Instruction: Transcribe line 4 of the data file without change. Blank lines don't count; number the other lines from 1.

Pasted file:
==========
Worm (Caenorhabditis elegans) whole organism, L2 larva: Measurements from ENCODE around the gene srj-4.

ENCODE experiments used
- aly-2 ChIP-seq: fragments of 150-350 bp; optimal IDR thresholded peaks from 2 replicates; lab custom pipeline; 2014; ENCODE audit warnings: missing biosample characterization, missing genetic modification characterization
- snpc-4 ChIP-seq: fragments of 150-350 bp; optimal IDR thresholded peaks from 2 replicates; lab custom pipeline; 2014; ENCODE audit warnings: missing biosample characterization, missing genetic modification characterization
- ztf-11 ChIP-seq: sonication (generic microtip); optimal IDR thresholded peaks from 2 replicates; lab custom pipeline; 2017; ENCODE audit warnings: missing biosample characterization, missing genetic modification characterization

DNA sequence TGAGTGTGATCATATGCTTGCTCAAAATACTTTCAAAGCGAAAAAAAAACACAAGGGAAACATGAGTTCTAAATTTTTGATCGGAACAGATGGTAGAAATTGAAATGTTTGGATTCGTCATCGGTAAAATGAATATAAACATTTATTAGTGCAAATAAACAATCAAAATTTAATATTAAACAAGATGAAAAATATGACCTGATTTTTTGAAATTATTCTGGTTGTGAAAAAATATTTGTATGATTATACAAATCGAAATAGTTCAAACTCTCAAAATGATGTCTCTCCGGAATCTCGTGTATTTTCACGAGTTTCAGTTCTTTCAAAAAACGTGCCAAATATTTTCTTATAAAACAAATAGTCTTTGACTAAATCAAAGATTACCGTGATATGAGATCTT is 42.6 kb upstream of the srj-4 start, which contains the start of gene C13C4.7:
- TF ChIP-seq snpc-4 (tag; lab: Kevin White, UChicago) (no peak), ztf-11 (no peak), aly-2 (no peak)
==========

- snpc-4 ChIP-seq: fragments of 150-350 bp; optimal IDR thresholded peaks from 2 replicates; lab custom pipeline; 2014; ENCODE audit warnings: missing biosample characterization, missing genetic modification characterization